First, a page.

Louis Vuitton’s Flat-bottom Trunks
No need to introduce the fashion house Louis Vuitton as the brownish Monogram Canvas embedded with the LV monogram, quatrefoils and flowers is the most recognised pattern in the world!
The first Louis Vuitton shop was founded in 1854 on Rue Neuve des Capucines, a stone throw from the Opera House.
At the time Louis Vuitton was not selling his iconic, trendy and very expensive ladies bags but flat-bottom trunks made with the grey Trianon Canvas that had the peculiarity of being lightweight and airtight and obviously easy to stack to the delight of the travellers of the time.
Louis Vuitton’s flat-bottom trunk was an instant hit as until then people travelled with trunks that were not only heavy but had a rounded top to allow for the water to run off…but made them impossible to stack!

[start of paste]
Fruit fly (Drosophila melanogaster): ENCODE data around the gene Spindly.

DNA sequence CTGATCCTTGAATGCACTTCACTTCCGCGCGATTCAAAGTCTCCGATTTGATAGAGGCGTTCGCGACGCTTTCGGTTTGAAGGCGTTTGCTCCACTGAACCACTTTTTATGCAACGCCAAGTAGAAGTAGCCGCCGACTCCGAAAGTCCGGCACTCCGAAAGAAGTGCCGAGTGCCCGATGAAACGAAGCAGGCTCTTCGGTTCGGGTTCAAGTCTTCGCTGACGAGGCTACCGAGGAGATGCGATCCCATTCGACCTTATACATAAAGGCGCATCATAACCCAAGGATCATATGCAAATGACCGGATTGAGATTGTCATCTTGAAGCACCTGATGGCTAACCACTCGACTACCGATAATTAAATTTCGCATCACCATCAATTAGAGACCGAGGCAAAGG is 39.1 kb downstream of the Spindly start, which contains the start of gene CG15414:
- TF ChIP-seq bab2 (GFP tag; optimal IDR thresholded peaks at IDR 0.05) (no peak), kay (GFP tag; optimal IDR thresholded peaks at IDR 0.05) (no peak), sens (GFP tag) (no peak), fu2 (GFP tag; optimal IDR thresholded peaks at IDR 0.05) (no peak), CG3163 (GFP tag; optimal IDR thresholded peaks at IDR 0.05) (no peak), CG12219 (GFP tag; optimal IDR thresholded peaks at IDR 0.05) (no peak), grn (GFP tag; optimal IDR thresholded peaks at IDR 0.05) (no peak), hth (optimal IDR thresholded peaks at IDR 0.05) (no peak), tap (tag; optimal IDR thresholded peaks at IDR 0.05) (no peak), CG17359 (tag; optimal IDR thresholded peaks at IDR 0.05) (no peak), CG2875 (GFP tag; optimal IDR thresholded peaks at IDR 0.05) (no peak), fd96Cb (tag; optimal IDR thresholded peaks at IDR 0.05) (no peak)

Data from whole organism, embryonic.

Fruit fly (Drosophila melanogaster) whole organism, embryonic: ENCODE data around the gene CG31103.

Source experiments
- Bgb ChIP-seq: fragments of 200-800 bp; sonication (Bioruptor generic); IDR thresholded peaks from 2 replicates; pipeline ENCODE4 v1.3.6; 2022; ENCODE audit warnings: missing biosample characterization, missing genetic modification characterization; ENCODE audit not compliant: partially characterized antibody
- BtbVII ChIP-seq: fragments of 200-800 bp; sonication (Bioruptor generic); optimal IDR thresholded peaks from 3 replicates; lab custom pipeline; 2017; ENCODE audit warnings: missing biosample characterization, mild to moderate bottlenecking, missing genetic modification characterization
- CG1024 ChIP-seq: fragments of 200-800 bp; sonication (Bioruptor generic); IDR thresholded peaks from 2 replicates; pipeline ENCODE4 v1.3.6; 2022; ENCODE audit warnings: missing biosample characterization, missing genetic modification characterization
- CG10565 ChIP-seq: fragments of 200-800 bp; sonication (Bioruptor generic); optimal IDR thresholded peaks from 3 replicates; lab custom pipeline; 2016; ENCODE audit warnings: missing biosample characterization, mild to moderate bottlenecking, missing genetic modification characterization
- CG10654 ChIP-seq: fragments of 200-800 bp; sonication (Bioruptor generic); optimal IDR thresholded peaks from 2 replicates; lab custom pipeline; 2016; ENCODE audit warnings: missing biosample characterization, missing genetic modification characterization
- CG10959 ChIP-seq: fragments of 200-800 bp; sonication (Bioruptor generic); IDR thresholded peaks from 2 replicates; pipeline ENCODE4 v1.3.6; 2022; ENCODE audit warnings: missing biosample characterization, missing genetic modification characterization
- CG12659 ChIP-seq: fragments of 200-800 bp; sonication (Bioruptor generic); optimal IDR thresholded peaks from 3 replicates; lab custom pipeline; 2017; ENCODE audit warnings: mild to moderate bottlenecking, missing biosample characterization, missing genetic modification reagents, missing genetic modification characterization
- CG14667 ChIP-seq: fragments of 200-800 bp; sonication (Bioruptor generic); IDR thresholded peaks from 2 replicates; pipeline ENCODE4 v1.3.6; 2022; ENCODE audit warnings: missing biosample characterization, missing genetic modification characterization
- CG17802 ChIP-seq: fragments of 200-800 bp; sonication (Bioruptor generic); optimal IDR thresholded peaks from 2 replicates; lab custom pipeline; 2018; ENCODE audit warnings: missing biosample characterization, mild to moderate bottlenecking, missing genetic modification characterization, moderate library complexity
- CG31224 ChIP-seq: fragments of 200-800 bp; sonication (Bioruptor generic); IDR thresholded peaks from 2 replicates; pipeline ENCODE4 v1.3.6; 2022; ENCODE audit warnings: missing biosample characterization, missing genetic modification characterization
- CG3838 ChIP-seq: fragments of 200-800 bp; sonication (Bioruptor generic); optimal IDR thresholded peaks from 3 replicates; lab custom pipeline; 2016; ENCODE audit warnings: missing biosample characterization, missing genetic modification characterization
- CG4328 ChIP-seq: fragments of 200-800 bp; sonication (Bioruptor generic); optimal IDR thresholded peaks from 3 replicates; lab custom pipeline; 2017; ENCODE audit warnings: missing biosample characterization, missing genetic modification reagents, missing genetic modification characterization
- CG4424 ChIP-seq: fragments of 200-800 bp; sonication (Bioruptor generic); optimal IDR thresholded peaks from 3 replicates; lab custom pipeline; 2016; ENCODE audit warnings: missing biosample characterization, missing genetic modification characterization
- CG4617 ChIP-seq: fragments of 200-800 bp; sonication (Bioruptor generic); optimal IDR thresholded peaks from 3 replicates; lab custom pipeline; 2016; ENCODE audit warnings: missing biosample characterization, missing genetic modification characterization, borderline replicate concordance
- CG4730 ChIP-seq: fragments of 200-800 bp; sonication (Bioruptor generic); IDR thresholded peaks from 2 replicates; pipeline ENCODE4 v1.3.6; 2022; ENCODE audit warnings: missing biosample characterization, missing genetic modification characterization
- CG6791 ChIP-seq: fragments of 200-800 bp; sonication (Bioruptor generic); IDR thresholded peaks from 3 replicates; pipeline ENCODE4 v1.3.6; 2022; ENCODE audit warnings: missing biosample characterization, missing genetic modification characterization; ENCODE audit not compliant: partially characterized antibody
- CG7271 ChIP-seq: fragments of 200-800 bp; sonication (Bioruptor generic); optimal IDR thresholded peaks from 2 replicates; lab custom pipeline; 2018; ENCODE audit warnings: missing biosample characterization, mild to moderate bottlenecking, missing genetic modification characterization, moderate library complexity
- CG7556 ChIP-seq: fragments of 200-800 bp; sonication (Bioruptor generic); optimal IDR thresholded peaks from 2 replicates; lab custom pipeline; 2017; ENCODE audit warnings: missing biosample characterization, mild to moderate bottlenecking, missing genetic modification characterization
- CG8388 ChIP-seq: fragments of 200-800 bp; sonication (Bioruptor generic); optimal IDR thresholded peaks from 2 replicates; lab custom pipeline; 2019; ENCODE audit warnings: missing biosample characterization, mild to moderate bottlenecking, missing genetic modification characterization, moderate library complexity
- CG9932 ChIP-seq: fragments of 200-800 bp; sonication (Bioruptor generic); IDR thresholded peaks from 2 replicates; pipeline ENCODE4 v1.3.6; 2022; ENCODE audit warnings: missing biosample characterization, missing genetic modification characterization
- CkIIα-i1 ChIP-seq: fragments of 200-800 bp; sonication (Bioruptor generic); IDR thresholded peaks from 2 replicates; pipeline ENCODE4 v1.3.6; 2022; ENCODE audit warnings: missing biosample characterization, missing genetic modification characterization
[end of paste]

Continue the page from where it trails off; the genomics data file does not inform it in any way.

In 1867 Louis Vuitton participated in the Universal Exhibition in Paris where his trunks made such an impression that in 1876 he decided to change the original grey colour into a brown and beige stripes design to limit imitations.
Many luggage makers kept imitating Louis Vuitton though but none ever really caught up with his productions; however, in 1888 Louis Vuitton created the Damier Canvas pattern which he licensed as a “L. Vuitton registered trademark”.
Louis Vuitton’s son took over the business in 1892 and expanded it overseas.
In 1896 he created the much-celebrated Monogram Canvas inspired by Japanese and Chinese designs that were very trendy in the late 19th century, and licensed it worldwide.
In 1903 he opened the Louis Vuitton Building at No 101 Champs-Elysées, the largest shop of its style in the world at the time.
Many prestigious shops were opened around the world in the decades to follow, turning Louis Vuitton into a real empire.
Many new models were invented through the years and in 1959 LV amended the quality of its successful Monogram Canvas to make it more supple in order to produce smaller items such as wallets, purses, keys holders etc.
In 1987 Moet et Chandon and Hennessy champagnes merged with Louis Vuitton to form LVMH, the well-known luxury goods conglomerate and by 1989 Louis Vuitton had 130 shops worldwide.
Many new designs have been released since; they tend to change at each season, difficult to keep up with them.